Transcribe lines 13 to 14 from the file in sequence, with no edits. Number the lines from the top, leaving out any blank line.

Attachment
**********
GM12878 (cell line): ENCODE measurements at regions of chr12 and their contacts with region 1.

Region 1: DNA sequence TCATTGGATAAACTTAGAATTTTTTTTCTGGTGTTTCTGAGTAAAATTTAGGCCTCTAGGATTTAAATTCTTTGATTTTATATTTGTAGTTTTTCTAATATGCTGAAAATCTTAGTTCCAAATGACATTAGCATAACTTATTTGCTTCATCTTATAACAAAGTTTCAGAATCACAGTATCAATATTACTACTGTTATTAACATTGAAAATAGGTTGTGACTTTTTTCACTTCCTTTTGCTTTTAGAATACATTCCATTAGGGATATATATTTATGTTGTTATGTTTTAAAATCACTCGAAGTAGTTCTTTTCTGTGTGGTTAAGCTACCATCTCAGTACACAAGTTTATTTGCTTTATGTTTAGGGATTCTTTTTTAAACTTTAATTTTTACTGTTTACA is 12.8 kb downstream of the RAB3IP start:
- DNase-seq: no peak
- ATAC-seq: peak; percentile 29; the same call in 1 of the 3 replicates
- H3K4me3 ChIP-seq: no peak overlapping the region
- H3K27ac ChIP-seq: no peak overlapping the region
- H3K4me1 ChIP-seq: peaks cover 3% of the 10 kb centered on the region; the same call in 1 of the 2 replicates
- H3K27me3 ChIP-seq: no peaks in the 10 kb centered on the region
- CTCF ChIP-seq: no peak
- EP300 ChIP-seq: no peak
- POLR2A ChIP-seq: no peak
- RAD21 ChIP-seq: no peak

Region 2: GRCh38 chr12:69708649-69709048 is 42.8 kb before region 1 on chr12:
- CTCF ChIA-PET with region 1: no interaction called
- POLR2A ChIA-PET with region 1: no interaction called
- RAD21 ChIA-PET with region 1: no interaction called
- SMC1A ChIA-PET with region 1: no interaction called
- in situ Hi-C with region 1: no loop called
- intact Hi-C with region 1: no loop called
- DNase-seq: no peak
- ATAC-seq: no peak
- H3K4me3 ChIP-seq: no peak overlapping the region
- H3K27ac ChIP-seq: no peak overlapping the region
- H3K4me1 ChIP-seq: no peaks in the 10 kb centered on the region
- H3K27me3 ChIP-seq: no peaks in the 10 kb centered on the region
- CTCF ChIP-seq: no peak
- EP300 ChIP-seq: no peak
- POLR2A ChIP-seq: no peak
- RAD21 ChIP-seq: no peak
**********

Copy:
Region 2: GRCh38 chr12:69708649-69709048 is 42.8 kb before region 1 on chr12:
- CTCF ChIA-PET with region 1: no interaction called